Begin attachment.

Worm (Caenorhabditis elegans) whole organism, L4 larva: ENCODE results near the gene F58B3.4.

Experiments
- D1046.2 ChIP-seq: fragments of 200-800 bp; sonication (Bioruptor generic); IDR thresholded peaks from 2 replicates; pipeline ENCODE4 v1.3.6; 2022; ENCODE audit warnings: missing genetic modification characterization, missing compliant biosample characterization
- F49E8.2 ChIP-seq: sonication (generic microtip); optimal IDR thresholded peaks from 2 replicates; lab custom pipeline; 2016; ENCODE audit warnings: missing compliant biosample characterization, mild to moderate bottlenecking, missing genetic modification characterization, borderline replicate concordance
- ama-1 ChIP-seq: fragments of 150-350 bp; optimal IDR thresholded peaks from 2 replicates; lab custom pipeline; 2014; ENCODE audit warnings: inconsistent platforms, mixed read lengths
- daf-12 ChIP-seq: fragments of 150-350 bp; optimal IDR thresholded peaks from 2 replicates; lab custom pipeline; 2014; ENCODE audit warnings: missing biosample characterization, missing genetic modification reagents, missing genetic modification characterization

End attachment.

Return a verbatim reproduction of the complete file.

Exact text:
Worm (Caenorhabditis elegans) whole organism, L4 larva: ENCODE results near the gene F58B3.4.

Experiments
- D1046.2 ChIP-seq: fragments of 200-800 bp; sonication (Bioruptor generic); IDR thresholded peaks from 2 replicates; pipeline ENCODE4 v1.3.6; 2022; ENCODE audit warnings: missing genetic modification characterization, missing compliant biosample characterization
- F49E8.2 ChIP-seq: sonication (generic microtip); optimal IDR thresholded peaks from 2 replicates; lab custom pipeline; 2016; ENCODE audit warnings: missing compliant biosample characterization, mild to moderate bottlenecking, missing genetic modification characterization, borderline replicate concordance
- ama-1 ChIP-seq: fragments of 150-350 bp; optimal IDR thresholded peaks from 2 replicates; lab custom pipeline; 2014; ENCODE audit warnings: inconsistent platforms, mixed read lengths
- daf-12 ChIP-seq: fragments of 150-350 bp; optimal IDR thresholded peaks from 2 replicates; lab custom pipeline; 2014; ENCODE audit warnings: missing biosample characterization, missing genetic modification reagents, missing genetic modification characterization